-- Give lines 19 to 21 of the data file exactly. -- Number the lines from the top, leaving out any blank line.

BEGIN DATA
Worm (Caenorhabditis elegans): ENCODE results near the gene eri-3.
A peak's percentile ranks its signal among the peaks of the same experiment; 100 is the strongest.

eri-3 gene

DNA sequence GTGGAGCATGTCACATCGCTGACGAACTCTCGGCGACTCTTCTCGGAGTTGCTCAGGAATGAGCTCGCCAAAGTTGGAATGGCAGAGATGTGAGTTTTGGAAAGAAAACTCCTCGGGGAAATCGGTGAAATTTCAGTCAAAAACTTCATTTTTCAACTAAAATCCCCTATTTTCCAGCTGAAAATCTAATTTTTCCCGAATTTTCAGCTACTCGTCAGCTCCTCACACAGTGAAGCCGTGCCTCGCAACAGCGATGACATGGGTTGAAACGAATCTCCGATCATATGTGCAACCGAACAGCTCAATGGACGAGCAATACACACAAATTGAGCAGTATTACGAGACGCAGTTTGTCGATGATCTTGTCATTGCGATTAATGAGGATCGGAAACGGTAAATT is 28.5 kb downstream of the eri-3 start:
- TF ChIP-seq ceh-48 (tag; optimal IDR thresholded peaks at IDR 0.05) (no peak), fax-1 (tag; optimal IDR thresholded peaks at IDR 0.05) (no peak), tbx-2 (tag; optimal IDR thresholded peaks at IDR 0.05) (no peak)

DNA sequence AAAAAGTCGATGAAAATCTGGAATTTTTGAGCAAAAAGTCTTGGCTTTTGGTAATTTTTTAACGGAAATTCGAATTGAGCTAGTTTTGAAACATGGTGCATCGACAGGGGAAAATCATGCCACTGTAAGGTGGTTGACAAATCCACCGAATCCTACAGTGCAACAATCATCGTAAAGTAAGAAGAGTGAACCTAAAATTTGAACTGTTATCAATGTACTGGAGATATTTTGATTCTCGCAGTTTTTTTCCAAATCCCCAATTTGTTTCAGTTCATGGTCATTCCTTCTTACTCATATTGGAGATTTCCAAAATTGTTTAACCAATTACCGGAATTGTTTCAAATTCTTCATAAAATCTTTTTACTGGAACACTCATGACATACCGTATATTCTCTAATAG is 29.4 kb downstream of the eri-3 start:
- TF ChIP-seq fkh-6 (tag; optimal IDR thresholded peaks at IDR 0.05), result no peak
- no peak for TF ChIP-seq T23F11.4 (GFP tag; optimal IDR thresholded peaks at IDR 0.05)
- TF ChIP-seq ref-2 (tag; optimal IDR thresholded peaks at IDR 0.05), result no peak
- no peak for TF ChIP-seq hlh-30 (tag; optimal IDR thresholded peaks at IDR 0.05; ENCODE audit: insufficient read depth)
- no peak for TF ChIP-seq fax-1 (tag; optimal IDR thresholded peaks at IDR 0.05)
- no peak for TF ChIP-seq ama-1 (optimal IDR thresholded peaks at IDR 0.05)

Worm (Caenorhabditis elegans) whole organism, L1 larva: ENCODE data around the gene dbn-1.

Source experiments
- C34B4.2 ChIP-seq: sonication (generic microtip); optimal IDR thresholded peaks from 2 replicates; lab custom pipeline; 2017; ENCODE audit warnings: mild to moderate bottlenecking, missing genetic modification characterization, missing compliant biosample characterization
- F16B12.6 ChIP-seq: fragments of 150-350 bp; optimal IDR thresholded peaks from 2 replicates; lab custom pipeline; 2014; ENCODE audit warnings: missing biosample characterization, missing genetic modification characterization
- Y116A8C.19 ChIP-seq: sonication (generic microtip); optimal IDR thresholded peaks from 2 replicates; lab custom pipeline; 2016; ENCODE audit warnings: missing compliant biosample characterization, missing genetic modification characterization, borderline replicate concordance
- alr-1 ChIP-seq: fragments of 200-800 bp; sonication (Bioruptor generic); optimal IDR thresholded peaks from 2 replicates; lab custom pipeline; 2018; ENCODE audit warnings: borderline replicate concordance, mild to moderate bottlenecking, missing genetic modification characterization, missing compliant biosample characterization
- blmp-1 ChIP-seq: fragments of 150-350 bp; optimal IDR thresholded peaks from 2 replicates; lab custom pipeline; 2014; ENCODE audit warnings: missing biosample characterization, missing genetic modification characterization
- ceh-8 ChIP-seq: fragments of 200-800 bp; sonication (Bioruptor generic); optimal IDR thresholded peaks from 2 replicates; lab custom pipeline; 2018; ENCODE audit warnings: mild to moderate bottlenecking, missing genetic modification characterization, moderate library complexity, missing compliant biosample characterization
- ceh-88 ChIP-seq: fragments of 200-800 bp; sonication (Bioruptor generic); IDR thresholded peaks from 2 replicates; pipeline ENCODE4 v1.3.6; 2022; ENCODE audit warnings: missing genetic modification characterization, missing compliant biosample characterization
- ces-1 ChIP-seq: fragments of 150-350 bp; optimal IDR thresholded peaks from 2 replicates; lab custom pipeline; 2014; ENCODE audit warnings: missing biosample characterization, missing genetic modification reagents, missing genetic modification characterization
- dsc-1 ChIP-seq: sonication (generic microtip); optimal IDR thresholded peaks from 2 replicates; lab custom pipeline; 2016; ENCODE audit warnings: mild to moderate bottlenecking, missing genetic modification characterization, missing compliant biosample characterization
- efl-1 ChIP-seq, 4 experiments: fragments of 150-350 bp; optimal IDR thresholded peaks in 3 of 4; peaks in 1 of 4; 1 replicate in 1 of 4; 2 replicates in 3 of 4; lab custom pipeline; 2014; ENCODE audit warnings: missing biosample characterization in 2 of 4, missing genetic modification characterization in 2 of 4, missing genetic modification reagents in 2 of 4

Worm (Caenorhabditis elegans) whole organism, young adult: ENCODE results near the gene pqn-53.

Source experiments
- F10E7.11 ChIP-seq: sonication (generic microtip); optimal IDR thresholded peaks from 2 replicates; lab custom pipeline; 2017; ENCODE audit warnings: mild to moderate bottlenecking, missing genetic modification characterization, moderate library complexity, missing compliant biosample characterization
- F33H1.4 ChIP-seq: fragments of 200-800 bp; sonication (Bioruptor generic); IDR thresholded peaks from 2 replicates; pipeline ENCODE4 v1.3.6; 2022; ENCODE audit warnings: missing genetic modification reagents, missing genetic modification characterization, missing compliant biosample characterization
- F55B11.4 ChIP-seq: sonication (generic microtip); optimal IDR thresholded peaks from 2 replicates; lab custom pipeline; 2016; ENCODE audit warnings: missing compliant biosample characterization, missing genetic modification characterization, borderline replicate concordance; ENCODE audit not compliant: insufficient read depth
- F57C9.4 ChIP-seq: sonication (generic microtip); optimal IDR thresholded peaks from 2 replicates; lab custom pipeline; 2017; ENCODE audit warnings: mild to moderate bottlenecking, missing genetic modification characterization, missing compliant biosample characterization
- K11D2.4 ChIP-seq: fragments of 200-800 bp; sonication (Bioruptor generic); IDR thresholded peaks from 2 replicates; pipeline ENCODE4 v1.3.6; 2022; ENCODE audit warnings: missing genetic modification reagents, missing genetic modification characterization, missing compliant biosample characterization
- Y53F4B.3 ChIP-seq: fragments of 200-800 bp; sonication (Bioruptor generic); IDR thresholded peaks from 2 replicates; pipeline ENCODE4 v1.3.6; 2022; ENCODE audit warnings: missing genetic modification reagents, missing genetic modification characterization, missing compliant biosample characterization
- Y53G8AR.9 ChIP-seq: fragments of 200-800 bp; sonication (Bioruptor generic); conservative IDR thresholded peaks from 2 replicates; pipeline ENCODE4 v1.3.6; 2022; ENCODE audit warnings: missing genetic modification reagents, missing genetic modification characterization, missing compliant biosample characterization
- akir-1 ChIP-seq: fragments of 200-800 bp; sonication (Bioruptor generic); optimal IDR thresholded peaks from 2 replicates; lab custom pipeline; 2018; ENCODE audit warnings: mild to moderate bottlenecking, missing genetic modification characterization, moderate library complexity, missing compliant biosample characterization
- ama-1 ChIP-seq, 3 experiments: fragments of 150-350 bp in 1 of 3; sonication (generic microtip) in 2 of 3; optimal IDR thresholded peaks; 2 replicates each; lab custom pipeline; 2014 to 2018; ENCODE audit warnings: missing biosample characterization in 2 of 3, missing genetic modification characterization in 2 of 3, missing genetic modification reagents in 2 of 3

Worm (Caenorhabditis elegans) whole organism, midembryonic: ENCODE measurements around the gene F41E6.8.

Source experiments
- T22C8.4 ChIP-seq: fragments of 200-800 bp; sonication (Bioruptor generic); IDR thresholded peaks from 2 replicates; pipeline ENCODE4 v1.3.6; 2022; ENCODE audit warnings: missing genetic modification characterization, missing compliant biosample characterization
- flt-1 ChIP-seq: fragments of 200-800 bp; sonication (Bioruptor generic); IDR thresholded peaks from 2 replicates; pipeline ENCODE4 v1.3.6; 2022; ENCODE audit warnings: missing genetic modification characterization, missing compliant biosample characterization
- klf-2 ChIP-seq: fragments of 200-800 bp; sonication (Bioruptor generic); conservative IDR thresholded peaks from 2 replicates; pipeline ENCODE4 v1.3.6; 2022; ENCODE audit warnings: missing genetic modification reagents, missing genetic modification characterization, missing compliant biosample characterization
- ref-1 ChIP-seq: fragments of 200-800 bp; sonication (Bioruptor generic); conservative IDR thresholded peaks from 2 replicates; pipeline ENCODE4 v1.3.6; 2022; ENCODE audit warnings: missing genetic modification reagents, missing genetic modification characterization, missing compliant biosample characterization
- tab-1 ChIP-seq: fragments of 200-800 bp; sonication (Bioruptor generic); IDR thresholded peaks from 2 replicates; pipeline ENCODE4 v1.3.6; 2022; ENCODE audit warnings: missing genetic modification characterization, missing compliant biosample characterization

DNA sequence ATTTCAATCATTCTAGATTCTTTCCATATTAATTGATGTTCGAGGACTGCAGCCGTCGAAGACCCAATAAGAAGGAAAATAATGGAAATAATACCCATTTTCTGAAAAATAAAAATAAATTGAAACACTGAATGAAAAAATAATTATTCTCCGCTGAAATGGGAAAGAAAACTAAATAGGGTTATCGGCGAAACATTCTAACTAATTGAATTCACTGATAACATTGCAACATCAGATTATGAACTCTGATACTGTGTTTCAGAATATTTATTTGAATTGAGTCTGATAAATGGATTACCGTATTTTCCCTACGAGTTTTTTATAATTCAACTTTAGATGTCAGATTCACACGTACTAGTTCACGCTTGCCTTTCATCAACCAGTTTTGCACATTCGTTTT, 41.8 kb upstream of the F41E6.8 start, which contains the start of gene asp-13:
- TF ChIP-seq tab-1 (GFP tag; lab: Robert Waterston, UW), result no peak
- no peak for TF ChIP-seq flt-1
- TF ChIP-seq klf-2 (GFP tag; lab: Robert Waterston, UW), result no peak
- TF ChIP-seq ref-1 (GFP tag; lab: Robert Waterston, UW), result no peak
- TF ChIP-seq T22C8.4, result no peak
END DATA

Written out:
- blmp-1 ChIP-seq: fragments of 150-350 bp; optimal IDR thresholded peaks from 2 replicates; lab custom pipeline; 2014; ENCODE audit warnings: missing biosample characterization, missing genetic modification characterization
- ceh-8 ChIP-seq: fragments of 200-800 bp; sonication (Bioruptor generic); optimal IDR thresholded peaks from 2 replicates; lab custom pipeline; 2018; ENCODE audit warnings: mild to moderate bottlenecking, missing genetic modification characterization, moderate library complexity, missing compliant biosample characterization
- ceh-88 ChIP-seq: fragments of 200-800 bp; sonication (Bioruptor generic); IDR thresholded peaks from 2 replicates; pipeline ENCODE4 v1.3.6; 2022; ENCODE audit warnings: missing genetic modification characterization, missing compliant biosample characterization